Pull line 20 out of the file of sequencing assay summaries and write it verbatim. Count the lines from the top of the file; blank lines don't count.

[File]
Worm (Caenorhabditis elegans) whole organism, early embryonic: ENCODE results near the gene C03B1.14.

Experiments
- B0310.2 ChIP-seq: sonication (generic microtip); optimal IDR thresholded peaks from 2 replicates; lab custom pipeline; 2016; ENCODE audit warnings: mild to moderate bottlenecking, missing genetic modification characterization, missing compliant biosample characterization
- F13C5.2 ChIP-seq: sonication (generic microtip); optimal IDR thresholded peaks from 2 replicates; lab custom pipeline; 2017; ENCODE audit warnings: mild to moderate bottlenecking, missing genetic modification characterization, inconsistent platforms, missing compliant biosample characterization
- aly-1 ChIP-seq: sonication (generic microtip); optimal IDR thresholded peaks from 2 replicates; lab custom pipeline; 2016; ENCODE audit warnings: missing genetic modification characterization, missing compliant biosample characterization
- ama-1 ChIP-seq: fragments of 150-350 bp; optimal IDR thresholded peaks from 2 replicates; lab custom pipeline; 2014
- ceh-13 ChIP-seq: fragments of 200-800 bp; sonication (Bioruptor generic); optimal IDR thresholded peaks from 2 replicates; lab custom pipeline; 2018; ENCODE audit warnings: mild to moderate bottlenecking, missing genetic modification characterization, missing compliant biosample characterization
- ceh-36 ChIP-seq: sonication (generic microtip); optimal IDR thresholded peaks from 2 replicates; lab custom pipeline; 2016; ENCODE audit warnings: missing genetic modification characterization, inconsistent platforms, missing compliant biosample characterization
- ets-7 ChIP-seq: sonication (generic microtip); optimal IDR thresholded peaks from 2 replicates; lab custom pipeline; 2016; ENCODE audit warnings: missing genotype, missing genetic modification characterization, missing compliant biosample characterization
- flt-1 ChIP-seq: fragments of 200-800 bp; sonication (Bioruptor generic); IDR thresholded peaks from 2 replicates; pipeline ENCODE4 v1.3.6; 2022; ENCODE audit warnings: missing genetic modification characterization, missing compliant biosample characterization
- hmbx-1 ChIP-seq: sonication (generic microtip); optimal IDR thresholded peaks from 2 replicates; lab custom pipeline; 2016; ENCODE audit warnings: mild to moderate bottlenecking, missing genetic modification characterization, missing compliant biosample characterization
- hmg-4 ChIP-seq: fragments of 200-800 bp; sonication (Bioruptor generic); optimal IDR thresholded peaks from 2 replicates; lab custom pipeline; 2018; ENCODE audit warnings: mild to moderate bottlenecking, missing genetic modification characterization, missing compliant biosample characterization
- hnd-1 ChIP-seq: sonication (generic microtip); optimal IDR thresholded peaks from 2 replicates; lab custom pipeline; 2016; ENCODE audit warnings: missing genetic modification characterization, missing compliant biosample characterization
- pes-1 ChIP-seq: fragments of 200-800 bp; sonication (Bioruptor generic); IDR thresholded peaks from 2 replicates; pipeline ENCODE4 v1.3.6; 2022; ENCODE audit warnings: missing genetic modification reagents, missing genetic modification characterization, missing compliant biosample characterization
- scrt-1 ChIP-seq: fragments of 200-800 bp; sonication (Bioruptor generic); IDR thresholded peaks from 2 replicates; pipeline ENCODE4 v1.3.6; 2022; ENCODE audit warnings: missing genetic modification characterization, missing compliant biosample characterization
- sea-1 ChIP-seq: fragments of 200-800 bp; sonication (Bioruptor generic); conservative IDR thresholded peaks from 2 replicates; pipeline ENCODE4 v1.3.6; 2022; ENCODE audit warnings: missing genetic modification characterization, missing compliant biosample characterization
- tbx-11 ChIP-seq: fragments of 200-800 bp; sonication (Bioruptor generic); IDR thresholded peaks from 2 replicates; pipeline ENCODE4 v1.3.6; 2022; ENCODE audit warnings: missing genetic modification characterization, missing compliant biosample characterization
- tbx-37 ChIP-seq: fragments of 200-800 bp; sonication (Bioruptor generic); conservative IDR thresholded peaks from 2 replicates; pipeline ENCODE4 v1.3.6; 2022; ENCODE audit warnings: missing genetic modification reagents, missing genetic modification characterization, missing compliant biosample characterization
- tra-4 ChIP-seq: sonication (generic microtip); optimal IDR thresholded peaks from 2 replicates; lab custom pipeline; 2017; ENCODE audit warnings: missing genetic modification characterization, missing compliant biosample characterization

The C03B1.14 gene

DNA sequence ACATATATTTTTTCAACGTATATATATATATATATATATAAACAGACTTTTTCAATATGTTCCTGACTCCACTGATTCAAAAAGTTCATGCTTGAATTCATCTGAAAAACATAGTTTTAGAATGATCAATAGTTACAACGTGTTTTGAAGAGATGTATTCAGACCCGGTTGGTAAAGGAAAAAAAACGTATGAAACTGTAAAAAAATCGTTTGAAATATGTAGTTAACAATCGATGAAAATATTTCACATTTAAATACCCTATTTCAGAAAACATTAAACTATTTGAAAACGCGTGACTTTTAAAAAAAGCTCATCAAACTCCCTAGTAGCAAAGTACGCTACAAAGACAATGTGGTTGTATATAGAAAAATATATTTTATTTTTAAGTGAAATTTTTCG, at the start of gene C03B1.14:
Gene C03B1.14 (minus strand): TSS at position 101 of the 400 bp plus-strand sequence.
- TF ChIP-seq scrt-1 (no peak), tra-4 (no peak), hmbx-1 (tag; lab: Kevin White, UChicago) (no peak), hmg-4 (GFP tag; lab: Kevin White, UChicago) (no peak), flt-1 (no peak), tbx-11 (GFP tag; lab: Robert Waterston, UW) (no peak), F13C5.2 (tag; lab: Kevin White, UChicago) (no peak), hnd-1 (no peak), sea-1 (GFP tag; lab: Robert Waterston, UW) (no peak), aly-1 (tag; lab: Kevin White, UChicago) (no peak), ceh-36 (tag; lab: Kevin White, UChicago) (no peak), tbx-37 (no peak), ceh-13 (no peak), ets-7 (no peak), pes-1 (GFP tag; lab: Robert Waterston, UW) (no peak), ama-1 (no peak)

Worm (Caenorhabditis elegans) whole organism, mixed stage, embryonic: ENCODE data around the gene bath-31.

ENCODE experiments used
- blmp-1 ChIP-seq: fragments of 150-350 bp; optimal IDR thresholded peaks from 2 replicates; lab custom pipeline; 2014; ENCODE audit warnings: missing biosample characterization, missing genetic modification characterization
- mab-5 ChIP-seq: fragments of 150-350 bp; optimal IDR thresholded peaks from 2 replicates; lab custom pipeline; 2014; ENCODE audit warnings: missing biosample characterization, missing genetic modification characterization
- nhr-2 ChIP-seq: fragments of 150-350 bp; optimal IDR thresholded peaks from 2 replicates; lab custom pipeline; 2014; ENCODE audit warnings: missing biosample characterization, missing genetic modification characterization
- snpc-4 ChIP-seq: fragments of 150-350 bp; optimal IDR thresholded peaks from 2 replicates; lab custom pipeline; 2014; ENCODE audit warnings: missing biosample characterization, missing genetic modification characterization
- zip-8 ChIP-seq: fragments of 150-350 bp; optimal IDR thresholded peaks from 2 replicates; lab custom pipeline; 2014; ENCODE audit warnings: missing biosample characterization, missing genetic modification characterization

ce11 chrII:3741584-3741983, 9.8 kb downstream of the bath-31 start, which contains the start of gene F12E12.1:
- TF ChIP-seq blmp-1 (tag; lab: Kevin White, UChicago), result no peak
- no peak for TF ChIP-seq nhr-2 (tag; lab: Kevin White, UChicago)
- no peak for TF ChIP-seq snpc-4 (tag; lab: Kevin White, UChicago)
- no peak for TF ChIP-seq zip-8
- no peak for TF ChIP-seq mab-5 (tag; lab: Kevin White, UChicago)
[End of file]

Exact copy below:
The C03B1.14 gene